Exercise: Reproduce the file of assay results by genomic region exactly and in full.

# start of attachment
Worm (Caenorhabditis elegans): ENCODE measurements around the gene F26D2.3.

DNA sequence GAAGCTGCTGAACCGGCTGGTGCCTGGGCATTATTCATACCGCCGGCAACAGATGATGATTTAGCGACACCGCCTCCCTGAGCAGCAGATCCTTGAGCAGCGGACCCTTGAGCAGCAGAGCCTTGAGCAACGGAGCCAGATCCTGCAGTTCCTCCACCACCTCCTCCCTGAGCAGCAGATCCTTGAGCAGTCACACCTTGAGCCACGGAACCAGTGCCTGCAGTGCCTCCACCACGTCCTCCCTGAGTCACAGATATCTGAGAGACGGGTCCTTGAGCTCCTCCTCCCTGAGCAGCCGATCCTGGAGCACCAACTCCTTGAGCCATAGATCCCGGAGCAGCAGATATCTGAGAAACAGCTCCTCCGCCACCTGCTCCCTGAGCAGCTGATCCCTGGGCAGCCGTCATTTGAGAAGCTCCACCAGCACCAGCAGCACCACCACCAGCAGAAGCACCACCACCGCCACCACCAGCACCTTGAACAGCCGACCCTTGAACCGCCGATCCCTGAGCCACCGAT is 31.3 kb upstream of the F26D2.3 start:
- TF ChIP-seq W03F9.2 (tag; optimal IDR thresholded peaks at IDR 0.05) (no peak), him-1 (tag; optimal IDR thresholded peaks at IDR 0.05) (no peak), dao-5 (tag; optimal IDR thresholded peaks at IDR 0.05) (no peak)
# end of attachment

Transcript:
Worm (Caenorhabditis elegans): ENCODE measurements around the gene F26D2.3.

DNA sequence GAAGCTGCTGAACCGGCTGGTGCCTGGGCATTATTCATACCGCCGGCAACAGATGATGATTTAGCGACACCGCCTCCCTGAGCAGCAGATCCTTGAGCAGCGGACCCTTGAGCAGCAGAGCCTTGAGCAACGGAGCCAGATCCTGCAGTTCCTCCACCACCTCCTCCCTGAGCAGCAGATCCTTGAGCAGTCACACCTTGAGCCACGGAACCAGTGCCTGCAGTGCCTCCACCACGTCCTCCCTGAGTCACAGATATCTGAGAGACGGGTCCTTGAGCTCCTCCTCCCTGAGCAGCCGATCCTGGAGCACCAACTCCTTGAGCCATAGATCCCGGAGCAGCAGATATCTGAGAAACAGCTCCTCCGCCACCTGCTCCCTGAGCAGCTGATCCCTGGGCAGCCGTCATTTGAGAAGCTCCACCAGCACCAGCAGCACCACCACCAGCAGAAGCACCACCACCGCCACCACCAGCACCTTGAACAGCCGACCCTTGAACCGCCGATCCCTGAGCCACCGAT is 31.3 kb upstream of the F26D2.3 start:
- TF ChIP-seq W03F9.2 (tag; optimal IDR thresholded peaks at IDR 0.05) (no peak), him-1 (tag; optimal IDR thresholded peaks at IDR 0.05) (no peak), dao-5 (tag; optimal IDR thresholded peaks at IDR 0.05) (no peak)